For more even-keeled but quite capable Daniel, the tricks she plies on restaurant staff and hoteliers (albeit with diminishing returns) don’t quite work, but they also don’t seem necessary for him. He’s knowledgeable, competent, and — most important — believes himself secure, slouching about between fine bars for official-seeming meetings in a loose white suit. Appearing thusly, he looks the part of colonial history incarnate, an operator wrapping cold cloak-and-dagger workings in an all too pretty facade.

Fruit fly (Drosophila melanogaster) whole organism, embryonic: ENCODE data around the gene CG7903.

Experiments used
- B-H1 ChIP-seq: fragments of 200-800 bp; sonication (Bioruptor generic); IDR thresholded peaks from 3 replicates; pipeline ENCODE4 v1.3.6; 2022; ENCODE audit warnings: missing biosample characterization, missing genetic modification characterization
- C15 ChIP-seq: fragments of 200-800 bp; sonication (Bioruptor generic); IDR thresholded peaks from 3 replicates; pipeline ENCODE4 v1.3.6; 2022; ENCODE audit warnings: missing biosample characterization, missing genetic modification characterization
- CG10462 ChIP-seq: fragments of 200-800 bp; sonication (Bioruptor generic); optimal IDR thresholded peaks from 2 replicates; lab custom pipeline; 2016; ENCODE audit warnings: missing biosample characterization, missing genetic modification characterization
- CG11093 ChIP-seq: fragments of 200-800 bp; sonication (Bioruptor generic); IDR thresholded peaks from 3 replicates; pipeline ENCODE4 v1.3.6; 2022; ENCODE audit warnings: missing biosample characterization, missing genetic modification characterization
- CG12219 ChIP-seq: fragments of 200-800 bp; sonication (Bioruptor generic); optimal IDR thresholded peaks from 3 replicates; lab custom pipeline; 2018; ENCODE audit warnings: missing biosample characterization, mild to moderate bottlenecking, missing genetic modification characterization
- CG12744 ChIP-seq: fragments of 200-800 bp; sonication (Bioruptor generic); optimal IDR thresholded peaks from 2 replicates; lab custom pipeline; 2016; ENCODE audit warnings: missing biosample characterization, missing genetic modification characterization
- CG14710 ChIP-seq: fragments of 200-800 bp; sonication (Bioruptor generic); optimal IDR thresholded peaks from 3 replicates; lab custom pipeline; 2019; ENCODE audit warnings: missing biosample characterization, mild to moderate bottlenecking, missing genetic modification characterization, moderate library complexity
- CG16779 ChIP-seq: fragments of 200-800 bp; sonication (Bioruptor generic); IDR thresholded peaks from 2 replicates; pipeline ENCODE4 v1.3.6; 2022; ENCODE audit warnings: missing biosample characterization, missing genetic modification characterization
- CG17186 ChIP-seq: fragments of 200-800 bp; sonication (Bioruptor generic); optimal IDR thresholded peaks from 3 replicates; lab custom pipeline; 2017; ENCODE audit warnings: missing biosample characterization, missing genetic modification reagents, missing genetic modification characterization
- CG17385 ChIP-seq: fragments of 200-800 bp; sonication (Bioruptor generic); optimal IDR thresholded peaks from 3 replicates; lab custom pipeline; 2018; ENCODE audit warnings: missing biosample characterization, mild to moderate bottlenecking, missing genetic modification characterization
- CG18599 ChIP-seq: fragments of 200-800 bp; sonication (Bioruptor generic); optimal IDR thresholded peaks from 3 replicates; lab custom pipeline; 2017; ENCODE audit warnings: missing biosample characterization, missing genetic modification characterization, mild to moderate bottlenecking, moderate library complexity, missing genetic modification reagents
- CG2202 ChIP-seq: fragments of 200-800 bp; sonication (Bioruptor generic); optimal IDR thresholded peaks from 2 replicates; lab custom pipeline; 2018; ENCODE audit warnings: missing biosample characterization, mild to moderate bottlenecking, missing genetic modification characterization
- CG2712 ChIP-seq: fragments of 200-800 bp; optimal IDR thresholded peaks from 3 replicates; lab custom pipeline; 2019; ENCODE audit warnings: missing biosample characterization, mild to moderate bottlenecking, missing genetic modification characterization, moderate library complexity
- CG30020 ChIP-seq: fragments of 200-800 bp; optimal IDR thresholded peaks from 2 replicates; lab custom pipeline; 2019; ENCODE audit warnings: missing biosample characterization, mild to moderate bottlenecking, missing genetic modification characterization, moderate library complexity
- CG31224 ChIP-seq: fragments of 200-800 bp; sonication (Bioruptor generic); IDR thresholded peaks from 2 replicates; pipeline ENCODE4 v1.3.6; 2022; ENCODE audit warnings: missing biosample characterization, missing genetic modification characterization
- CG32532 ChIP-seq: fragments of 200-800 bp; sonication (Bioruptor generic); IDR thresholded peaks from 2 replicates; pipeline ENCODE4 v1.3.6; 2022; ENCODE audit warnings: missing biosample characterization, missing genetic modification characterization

But the film’s conspiratorial action — which, as a holdover from the book’s bygone 1980s setting, involves the CIA — proceeds with a methodical nature its characters regard more with bemusement than with fear. Its heart, nearly as mysterious, lies in examining how its main characters, each more out of water than they realize, manage to connect and brush against one another romantically and otherwise, hesitantly trusting the illogic of their feelings as they plunge into one another’s lives. Working with cinematographer Éric Gautier, Denis imbues both their recurring trysts and especially Trish’s moments of solitude (an early morning walk home, for instance) with an air of attention and ethereal remoteness that makes each seem all the more pressing. Framing Trish and Daniel’s encounters as vulnerable excursions into a space of emotional risk, the film casts its characters’ relationship to romance as of a piece with their expatriate status: a situation that, though legible along more plainly political lines, leaves them each out of their depth and in some way exposed. In both realms, the characters dream of themselves as being in power or control: a reality which, even when it isn’t plainly shifting, remains a constant question.